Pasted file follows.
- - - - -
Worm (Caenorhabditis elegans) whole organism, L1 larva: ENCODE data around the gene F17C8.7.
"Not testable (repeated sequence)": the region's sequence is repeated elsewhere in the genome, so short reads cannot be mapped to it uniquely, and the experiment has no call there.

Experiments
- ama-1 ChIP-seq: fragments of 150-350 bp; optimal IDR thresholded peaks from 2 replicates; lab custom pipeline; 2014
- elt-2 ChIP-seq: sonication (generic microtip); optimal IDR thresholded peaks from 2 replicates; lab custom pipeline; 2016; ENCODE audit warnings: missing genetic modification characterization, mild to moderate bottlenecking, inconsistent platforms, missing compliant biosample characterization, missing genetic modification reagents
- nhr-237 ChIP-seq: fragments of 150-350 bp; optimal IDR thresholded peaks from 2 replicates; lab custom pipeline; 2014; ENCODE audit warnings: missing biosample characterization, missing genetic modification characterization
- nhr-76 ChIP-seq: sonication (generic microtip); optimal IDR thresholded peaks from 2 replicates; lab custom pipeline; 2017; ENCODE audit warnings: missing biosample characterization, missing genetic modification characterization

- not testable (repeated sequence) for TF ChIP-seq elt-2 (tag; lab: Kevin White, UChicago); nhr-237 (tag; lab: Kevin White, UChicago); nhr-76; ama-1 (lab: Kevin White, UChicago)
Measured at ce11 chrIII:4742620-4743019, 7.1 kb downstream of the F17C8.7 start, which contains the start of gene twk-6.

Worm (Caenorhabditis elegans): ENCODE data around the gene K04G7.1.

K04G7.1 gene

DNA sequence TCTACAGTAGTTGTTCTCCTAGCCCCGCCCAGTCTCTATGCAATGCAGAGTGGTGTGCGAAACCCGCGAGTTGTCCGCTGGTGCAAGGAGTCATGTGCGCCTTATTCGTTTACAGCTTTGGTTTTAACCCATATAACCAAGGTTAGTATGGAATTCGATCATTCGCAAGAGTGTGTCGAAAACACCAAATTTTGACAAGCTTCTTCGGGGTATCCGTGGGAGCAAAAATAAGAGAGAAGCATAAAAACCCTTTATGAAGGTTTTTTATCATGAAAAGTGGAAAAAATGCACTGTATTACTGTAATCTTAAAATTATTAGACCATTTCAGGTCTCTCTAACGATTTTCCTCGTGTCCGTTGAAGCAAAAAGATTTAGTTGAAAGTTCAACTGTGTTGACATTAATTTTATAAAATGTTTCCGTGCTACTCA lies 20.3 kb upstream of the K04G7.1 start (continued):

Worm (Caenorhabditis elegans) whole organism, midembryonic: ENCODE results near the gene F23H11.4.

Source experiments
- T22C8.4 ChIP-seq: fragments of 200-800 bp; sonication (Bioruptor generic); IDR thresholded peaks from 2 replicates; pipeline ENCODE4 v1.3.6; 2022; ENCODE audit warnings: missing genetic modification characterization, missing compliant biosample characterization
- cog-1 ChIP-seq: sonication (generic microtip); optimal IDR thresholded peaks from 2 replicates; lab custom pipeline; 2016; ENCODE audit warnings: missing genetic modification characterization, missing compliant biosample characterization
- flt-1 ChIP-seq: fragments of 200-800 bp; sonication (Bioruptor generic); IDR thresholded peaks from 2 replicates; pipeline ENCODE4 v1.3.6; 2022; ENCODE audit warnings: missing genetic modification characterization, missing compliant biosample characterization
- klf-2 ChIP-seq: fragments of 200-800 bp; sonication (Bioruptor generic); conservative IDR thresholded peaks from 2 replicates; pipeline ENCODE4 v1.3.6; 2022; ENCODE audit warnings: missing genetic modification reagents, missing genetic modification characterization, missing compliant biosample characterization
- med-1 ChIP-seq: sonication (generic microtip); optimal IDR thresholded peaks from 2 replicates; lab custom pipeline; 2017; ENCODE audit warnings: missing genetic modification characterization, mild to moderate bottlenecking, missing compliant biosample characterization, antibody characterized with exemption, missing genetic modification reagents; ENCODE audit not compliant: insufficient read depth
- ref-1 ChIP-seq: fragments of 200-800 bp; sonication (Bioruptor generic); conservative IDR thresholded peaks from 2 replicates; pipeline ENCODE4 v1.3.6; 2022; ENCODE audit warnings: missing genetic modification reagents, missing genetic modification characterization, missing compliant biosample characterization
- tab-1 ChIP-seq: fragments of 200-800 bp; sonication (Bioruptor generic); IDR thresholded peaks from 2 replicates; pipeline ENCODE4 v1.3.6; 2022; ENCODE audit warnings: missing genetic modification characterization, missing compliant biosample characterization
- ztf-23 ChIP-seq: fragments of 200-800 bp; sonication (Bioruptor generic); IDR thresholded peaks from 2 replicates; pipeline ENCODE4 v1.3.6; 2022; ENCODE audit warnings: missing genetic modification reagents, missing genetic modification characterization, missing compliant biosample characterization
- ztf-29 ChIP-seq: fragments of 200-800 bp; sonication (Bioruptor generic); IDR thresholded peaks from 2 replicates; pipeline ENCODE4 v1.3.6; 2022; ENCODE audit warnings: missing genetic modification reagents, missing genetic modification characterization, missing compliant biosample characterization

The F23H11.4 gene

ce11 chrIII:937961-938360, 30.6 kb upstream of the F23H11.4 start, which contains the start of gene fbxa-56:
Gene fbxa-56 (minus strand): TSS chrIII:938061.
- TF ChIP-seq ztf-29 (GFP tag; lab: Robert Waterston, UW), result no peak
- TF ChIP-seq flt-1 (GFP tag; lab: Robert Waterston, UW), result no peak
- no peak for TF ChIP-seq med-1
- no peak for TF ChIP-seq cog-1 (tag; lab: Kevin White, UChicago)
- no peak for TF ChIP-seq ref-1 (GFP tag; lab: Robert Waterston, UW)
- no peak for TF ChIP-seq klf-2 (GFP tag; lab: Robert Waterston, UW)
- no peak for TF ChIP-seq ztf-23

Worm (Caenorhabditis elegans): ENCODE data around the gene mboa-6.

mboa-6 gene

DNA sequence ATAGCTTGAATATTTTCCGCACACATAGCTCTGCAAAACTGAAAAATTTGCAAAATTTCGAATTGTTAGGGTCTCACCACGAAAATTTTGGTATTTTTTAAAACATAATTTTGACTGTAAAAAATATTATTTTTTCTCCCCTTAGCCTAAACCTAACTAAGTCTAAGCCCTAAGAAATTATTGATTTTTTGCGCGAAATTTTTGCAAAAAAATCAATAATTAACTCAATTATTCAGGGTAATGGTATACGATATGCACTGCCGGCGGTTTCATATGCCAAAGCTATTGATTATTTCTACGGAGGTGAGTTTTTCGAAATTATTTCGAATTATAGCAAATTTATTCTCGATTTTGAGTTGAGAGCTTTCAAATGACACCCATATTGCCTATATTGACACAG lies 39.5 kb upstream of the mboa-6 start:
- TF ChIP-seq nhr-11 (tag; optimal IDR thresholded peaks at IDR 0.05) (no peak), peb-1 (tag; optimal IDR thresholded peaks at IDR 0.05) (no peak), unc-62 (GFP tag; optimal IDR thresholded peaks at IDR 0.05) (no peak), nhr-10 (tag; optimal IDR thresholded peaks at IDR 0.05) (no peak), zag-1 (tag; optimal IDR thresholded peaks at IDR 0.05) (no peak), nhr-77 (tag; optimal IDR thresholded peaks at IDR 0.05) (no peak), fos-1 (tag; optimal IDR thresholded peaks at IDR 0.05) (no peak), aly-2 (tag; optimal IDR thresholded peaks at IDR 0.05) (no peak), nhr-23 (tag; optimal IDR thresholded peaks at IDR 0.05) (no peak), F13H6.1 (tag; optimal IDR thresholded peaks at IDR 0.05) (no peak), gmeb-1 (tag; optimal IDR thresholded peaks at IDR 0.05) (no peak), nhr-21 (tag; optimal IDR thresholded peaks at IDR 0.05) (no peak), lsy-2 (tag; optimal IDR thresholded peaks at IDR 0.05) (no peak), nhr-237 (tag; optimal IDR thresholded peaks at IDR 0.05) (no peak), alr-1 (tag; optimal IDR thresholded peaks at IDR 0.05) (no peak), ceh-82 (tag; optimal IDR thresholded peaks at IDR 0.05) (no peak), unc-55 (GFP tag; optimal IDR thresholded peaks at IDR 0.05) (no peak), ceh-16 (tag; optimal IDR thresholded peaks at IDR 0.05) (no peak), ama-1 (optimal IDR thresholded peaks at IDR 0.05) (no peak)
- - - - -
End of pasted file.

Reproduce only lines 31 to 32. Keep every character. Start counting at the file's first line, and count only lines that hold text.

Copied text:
- no peak for TF ChIP-seq ref-1 (GFP tag; lab: Robert Waterston, UW)
- no peak for TF ChIP-seq klf-2 (GFP tag; lab: Robert Waterston, UW)